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Active listening tips for managers

How to be a better listener.

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“How do we get to know another person? How do we get past ‘How are you? I’m fine’? By really asking and really listening. By being with someone, even if only for a brief moment, prepared to be nowhere else,” says Scott.

1) Use body language intentionally

“If you are a member of the tribe, you might reply by saying ‘sikhona’ or ‘I am here.’ The order of the exchange is important: until you see me, I do not exist. It’s as if, when you see me, you bring me to existence,” says Senge.

“Why is something like a smile and a nod so effective?, asks Baruch Sachs, Senior Director at Pegasystems. “When we smile at people, it is hard for them not to smile back. When we acknowledge people, it is hard for them not to acknowledge us back.”

  1. “Use what I call ‘The triangle’. This is when I look at one eye for about 5 seconds, look at the other eye for 5 seconds and then look at the mouth for 5 seconds and keep on rotating in this way.”
  2. “Break eye contact every 5 seconds or so. When breaking the eye contact don’t look down as this might indicate the ending of your part of the conversation. Instead, look up or to the side as if your are remembering something.”

2) Avoid these three forms of distraction

“You have to put it at the top of your list and acknowledge it’s a skill that’s important in your role as a leader. It has to be an active decision,” says Riordan.

“Many people think they can multitask — finish an email or read through your Twitter feed while listening to someone in a meeting. But research shows we really can’t.”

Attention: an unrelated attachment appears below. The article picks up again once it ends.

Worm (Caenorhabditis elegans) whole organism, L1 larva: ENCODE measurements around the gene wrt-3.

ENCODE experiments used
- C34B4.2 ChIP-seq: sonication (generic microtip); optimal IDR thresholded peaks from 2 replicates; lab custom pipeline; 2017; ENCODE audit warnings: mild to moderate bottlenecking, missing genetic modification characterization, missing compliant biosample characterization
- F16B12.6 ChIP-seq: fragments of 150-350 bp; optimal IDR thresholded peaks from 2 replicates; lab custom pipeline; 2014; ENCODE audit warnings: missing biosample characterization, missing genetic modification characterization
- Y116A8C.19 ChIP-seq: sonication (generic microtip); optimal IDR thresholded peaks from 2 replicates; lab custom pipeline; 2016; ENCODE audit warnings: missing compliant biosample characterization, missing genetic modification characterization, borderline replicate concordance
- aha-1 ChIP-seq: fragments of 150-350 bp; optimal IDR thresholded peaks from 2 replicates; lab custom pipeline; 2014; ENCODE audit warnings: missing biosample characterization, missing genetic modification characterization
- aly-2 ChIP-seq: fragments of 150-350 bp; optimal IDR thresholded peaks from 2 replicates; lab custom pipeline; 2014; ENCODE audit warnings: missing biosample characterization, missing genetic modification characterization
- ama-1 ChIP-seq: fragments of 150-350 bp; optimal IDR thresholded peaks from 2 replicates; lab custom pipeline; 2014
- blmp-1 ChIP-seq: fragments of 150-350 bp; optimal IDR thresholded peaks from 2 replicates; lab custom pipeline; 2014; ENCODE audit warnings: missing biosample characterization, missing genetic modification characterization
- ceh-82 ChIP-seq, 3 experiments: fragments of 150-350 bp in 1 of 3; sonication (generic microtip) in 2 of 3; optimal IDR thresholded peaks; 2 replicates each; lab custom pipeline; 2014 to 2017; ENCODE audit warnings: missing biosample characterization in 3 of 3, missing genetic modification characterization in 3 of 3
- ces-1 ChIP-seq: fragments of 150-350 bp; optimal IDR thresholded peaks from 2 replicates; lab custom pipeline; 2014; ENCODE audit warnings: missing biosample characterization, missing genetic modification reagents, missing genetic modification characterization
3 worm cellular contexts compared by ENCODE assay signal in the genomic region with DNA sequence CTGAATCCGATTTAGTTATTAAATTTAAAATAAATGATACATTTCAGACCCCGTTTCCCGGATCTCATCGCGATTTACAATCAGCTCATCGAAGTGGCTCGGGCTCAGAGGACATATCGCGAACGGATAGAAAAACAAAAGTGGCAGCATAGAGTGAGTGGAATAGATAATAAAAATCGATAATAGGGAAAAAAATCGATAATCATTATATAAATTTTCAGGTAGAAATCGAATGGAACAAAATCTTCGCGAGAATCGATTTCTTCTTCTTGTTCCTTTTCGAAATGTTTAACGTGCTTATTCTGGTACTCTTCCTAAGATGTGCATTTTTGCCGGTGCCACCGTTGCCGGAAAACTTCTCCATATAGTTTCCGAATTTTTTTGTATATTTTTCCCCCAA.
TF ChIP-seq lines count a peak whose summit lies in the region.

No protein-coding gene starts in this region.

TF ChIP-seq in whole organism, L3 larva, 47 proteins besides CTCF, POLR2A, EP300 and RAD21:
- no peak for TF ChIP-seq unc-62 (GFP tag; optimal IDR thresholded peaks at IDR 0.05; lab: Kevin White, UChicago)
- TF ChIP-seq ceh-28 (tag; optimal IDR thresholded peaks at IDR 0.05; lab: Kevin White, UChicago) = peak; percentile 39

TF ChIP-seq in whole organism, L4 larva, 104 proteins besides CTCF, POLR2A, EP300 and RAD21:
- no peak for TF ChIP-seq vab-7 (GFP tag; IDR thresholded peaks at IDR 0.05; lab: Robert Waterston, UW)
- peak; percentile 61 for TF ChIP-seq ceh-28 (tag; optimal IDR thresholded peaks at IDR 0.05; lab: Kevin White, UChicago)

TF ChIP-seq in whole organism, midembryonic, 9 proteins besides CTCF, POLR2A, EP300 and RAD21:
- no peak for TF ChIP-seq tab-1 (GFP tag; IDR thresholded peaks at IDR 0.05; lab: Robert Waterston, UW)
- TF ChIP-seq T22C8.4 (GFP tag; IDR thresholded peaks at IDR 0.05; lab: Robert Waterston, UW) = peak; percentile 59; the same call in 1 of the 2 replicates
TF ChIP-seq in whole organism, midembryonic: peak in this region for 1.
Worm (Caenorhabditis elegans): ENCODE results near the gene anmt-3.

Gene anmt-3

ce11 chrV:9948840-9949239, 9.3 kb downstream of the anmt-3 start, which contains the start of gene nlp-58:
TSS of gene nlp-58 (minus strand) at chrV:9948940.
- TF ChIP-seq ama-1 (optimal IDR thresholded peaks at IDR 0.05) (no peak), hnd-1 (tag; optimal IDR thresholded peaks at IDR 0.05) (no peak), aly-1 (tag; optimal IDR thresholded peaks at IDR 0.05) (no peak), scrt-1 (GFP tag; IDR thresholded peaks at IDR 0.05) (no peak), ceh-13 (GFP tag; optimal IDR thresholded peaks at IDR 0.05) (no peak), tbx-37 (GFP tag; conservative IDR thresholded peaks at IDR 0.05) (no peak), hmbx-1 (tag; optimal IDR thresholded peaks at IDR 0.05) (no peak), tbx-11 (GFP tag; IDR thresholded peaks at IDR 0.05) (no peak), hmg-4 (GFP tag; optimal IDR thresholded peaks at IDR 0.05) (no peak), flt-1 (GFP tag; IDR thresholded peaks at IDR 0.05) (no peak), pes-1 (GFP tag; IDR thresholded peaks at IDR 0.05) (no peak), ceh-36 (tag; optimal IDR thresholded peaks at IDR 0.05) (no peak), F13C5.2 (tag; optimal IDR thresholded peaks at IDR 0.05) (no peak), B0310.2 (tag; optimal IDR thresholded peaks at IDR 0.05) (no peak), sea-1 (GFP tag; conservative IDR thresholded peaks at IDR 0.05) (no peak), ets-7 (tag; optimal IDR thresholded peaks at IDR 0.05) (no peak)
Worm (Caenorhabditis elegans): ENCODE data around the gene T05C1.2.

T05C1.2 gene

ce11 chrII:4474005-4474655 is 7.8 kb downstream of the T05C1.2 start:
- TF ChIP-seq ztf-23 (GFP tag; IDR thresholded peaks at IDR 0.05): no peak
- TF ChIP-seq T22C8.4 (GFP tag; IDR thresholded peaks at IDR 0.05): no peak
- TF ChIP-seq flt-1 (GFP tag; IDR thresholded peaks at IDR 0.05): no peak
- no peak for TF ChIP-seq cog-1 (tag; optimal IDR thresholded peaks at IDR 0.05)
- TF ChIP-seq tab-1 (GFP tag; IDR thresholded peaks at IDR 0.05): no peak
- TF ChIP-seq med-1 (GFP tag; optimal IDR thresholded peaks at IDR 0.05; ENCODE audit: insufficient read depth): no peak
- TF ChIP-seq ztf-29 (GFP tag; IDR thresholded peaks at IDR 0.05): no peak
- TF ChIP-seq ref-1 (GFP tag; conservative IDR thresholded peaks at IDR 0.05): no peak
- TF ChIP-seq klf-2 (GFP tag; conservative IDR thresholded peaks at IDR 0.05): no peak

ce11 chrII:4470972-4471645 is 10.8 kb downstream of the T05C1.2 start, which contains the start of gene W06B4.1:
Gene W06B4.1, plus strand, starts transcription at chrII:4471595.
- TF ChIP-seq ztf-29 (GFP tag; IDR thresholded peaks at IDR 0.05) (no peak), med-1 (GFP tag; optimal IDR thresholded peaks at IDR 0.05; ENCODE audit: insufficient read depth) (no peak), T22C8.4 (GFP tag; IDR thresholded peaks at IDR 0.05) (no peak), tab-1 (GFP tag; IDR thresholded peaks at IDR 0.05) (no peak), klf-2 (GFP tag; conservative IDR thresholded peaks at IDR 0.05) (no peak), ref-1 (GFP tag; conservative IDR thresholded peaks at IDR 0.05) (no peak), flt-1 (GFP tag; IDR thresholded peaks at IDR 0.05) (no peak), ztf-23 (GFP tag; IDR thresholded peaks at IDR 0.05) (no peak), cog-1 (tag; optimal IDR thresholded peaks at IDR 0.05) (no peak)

“Leaders that are mindful are not just hearing conversations; they are listening to them and engaging in the dialogue. They don’t fake it, they are taking note of what is being said and how people are saying it and are making continuous eye-contact and gestures,” says Llopis.

“If you’re finding it particularly difficult to concentrate on what someone is saying, try repeating his or her words mentally as they say them — this will reinforce their message and help you to stay focused,” says Mindtools.

“Fierce conversations require silence. In fact, the more emotionally loaded the subject, the more silence is required. And, of course, this carries over into our homes, into our personal relationships,” says Susan Scott.

3) Leave your ego at the door

“Don’t take the conversations away from the other person and fill the air with your stories. Leave your expert, storyteller, fixer, fix-it hat at the door. Come into the conversation with empty hands,” says Scott.

“Let go of your own belief that you know everything and open up to the possibility of learning from others. Be open to learning from anyone in the organisation, at any level.”

4) Follow-up

“If you can do that — you have listened. It’s the acid test,” says Lampert.

“This assurance may come in the form of incorporating feedback and making changes, following through on promises made in meetings, summarizing the meeting through notes, or if the leader is not incorporating the feedback, explaining why he or she made other decisions.”

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Manuela Bárcenas

Head of Marketing at Fellow.app 👩‍💻 • Helping teams have delightful meetings ✨ • I write about management, productivity, and personal growth ✍️